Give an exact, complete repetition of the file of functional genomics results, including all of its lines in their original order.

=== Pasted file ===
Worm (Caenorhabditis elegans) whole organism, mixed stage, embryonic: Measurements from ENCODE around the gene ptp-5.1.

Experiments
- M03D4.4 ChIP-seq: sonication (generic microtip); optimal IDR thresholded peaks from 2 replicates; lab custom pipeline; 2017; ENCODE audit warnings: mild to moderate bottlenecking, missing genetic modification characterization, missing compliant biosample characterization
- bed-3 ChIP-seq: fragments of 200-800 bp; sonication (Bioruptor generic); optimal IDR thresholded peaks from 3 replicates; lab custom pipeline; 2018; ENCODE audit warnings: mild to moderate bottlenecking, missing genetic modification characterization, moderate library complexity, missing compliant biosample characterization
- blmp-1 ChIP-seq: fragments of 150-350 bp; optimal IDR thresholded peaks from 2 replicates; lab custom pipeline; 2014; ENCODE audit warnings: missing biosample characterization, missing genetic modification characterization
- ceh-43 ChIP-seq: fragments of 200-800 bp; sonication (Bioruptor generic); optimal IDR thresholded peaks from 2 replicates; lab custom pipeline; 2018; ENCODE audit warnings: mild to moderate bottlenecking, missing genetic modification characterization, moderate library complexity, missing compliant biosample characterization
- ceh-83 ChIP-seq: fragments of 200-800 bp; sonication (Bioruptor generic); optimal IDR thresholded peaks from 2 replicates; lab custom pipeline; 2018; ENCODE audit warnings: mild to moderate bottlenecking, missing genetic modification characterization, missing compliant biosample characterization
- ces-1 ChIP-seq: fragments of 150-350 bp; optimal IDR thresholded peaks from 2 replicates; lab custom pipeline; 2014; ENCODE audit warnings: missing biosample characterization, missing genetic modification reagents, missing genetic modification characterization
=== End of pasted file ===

Worm (Caenorhabditis elegans) whole organism, mixed stage, embryonic: Measurements from ENCODE around the gene ptp-5.1.

Experiments
- M03D4.4 ChIP-seq: sonication (generic microtip); optimal IDR thresholded peaks from 2 replicates; lab custom pipeline; 2017; ENCODE audit warnings: mild to moderate bottlenecking, missing genetic modification characterization, missing compliant biosample characterization
- bed-3 ChIP-seq: fragments of 200-800 bp; sonication (Bioruptor generic); optimal IDR thresholded peaks from 3 replicates; lab custom pipeline; 2018; ENCODE audit warnings: mild to moderate bottlenecking, missing genetic modification characterization, moderate library complexity, missing compliant biosample characterization
- blmp-1 ChIP-seq: fragments of 150-350 bp; optimal IDR thresholded peaks from 2 replicates; lab custom pipeline; 2014; ENCODE audit warnings: missing biosample characterization, missing genetic modification characterization
- ceh-43 ChIP-seq: fragments of 200-800 bp; sonication (Bioruptor generic); optimal IDR thresholded peaks from 2 replicates; lab custom pipeline; 2018; ENCODE audit warnings: mild to moderate bottlenecking, missing genetic modification characterization, moderate library complexity, missing compliant biosample characterization
- ceh-83 ChIP-seq: fragments of 200-800 bp; sonication (Bioruptor generic); optimal IDR thresholded peaks from 2 replicates; lab custom pipeline; 2018; ENCODE audit warnings: mild to moderate bottlenecking, missing genetic modification characterization, missing compliant biosample characterization
- ces-1 ChIP-seq: fragments of 150-350 bp; optimal IDR thresholded peaks from 2 replicates; lab custom pipeline; 2014; ENCODE audit warnings: missing biosample characterization, missing genetic modification reagents, missing genetic modification characterization